HHS Ventures Program Awards Funding for Automated Autism Classification Pilot Project | Healthcare Informatics Magazine | Health IT | Information Technology Skip to content Skip to navigation

HHS Ventures Program Awards Funding for Automated Autism Classification Pilot Project

March 11, 2016
by Heather Landi
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Five entrepreneurial projects designed to advance innovation across the U.S. Department of Health and Human Services (HHS) have been tapped to receive $400,000 in funding from the department’s Ventures program, HHS Acting Deputy Secretary Mary Wakefield announced this week.

The five projects were chosen from across HHS and are part of the latest round of funding and support for internal projects designed to advance the department’s innovation agenda. The HHS Ventures program provides growth-stage funding and support to HHS employees with proven ideas for how to dramatically improve their office, agency, or the department’s ability to carry out its mission as well as improve the department’s efficiency.

“The teams selected today bring new approaches to improvement opportunities across the department’s family of agencies,” Acting Deputy Secretary Wakefield said in a statement. “Continuing to foster innovation both outside and within HHS helps us meet challenges head on and deliver on our mission to serve the American people.”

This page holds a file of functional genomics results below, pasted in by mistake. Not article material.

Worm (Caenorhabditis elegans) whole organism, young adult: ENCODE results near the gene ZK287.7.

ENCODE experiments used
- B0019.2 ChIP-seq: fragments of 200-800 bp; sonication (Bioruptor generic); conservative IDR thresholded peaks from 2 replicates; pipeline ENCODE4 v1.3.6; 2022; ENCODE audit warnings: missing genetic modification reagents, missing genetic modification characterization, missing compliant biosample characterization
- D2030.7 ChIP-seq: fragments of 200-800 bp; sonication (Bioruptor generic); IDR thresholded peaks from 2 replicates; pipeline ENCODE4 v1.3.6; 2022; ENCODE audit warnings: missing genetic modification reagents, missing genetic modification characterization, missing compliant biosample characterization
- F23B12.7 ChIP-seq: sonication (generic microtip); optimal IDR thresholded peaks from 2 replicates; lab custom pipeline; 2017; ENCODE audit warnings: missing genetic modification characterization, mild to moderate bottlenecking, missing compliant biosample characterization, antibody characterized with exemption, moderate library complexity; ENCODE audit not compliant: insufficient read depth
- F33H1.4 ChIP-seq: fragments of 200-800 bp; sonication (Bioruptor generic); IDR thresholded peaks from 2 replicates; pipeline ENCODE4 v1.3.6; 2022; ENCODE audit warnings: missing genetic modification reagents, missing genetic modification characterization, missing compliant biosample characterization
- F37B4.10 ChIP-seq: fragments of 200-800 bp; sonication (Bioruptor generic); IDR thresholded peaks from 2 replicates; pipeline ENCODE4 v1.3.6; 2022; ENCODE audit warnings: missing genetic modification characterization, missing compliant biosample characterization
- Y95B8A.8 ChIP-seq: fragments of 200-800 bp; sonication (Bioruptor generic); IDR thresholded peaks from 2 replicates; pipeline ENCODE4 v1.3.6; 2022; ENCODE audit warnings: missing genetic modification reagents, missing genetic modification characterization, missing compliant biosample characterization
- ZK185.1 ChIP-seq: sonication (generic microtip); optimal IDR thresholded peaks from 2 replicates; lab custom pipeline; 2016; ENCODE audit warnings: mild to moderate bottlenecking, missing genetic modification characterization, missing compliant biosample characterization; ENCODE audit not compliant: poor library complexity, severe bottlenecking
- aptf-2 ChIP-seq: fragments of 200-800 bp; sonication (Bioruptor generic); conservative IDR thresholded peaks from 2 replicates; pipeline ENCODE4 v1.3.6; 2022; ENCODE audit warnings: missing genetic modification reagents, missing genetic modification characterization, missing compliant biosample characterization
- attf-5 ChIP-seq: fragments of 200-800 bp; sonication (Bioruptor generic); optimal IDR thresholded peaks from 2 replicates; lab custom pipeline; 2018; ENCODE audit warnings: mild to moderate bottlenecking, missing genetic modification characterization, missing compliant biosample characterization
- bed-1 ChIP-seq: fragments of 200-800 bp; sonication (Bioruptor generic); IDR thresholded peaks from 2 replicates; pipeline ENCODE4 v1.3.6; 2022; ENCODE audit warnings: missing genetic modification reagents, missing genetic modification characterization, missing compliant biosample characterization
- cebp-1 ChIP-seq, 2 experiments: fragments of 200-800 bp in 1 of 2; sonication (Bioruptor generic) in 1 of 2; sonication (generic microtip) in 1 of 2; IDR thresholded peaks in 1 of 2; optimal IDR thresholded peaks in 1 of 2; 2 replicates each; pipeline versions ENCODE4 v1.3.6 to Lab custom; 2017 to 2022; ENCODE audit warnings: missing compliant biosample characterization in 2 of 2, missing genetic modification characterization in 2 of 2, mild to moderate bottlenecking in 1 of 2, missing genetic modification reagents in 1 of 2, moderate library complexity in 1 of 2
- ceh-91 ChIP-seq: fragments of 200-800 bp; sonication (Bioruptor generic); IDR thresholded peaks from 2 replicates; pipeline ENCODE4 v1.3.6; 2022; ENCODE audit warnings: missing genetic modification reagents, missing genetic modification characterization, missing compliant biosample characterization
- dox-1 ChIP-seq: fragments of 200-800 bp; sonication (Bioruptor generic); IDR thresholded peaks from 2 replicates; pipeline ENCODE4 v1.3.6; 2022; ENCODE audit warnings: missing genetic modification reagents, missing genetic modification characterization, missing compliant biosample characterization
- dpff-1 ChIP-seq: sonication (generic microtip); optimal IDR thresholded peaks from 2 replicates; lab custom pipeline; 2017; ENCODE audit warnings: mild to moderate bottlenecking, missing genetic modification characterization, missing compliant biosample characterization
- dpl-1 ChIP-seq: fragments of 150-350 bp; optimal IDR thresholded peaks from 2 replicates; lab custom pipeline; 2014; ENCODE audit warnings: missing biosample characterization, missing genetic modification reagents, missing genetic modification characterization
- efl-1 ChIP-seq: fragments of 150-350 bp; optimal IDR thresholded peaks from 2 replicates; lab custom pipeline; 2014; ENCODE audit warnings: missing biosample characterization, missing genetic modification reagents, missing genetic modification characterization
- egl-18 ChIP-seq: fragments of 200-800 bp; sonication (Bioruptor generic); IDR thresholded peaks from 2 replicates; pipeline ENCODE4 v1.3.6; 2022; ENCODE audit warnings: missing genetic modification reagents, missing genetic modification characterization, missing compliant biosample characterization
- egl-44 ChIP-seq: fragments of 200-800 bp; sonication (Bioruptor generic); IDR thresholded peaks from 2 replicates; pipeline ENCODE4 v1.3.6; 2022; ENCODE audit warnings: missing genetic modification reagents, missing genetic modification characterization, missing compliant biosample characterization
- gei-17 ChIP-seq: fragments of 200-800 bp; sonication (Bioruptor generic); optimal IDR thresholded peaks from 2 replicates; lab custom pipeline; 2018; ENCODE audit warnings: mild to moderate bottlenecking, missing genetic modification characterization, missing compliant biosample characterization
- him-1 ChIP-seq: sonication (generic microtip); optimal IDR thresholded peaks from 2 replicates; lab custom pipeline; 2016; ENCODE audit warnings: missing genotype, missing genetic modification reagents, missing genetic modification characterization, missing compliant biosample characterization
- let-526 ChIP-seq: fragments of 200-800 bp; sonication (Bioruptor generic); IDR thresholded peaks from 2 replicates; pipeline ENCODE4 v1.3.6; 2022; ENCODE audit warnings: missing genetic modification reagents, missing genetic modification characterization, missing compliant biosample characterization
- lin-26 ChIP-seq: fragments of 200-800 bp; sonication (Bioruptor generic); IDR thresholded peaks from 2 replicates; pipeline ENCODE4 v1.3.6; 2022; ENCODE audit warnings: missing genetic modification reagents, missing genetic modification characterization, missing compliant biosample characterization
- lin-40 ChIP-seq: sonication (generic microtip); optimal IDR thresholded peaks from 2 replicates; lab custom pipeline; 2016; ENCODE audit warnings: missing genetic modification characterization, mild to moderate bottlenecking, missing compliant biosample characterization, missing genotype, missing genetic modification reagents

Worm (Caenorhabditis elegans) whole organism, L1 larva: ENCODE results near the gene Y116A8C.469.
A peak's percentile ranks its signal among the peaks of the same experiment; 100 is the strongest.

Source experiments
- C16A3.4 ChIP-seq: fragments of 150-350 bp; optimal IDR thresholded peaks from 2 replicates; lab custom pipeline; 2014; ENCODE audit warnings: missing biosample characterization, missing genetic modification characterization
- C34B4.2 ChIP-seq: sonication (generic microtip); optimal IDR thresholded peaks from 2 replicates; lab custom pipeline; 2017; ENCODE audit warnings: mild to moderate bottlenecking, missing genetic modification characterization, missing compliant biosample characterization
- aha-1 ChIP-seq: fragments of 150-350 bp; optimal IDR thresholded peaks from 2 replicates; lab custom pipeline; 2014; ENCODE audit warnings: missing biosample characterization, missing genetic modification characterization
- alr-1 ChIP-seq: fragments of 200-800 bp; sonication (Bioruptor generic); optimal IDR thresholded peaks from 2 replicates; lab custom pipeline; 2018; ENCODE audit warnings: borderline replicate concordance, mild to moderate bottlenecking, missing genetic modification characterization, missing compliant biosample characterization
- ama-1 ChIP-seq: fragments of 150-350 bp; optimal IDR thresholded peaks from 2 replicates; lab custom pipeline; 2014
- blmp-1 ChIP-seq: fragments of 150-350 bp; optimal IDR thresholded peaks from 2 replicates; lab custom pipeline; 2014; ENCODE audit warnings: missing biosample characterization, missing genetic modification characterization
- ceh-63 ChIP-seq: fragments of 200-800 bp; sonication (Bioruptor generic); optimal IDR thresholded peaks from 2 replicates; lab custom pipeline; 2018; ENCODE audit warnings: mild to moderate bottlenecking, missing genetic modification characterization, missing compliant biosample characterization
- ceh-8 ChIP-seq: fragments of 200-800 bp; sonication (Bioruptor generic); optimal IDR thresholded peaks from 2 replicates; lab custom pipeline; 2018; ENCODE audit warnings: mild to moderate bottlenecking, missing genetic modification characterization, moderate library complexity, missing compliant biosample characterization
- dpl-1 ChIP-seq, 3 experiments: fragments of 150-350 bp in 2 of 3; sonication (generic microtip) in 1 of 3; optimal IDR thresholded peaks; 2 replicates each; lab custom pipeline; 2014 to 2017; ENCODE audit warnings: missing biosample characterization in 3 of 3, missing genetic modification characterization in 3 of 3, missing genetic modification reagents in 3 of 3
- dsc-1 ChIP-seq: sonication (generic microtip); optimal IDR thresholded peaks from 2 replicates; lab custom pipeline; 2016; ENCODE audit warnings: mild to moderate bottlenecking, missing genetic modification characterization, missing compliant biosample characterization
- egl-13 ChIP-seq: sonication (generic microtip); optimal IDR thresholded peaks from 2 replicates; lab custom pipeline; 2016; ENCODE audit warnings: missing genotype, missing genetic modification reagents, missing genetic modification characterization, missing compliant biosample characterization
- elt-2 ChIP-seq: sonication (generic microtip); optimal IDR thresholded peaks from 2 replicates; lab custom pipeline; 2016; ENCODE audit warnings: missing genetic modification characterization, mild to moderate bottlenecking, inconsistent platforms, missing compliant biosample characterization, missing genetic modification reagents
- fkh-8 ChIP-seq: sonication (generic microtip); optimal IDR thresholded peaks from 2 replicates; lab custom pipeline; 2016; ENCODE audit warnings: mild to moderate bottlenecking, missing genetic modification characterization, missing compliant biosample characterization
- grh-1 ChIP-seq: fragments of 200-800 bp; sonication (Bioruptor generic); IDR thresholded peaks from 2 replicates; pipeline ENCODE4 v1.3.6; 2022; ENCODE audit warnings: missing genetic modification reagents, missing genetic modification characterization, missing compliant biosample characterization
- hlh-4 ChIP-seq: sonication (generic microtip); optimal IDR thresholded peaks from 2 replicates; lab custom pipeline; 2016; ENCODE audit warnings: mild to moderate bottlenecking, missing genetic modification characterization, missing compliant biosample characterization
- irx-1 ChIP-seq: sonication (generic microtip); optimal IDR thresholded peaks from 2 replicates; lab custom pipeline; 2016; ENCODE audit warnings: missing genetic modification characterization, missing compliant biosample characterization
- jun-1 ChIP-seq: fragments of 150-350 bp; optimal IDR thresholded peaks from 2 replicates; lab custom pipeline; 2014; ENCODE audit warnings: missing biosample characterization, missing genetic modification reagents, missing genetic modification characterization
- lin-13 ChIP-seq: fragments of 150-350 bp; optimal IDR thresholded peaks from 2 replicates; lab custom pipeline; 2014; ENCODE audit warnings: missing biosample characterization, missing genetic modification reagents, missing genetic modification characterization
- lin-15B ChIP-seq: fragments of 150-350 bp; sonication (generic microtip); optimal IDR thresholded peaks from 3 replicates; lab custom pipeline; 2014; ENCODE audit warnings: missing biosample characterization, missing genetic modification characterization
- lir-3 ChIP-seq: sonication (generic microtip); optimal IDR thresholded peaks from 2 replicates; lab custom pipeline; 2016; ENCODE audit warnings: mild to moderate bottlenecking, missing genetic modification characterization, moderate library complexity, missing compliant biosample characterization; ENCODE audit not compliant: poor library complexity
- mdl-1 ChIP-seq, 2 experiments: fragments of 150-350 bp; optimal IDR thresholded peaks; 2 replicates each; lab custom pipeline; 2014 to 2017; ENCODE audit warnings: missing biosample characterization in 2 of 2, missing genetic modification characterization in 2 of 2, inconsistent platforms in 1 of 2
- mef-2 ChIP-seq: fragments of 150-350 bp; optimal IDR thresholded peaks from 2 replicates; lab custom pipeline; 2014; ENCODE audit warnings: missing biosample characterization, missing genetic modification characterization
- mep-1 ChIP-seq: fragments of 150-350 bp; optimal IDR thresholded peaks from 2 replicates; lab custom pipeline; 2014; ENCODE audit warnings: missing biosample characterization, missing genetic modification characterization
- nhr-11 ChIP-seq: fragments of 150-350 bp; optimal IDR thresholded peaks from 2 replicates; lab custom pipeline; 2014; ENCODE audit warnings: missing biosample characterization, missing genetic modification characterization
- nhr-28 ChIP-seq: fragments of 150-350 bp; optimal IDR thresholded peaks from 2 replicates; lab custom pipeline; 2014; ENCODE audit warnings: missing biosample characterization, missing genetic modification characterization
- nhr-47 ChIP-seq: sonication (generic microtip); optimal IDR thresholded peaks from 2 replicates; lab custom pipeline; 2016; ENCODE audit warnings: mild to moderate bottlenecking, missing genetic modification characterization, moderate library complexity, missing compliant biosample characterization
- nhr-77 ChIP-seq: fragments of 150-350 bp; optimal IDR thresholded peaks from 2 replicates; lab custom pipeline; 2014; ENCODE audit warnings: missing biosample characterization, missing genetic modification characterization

The five Ventures projects for 2016 come from the Office of the Secretary and the Directors of the Centers for Disease Control and Prevention (CDC), the National Institutes of Health (NIH) and the NIH National Cancer Institute; the Commissioner of the Food and Drug Administration (FDA), and the Acting Administrator of Centers for Medicare & Medicaid Services (CMS).

“This third round of Ventures funding widens the lens to include more applications and more stakeholders than ever before,” HHS Chief Technology Officer Susannah Fox said.

A project from the CDC’s National Center on Birth Defects and Developmental Disabilities was chosen to receive funding. The project aims to develop automated autism classification for public health surveillance. According to the HHS announcement, the CDC’s 15-year, population-based autism surveillance is labor-intensive and costly. “To classify autism in children, trained clinicians review dramatically increasing numbers of written medical and educational evaluations. The team’s machine learning approach, in its pilot phase, could instantly classify evaluations, reduce clinician workload, and save time and money,” the HHS announcement stated.

Other projects tapped to receive a portion of the $400,000 investment include a public health surveillance mobile app from the FDA’s Center for Veterinary Medicine; a federal HR Wiki tool, or a website that allows for collaborative editing, to help manage Federal Human Resources Knowledge and a project to automate the onboarding process for special government employees.

 

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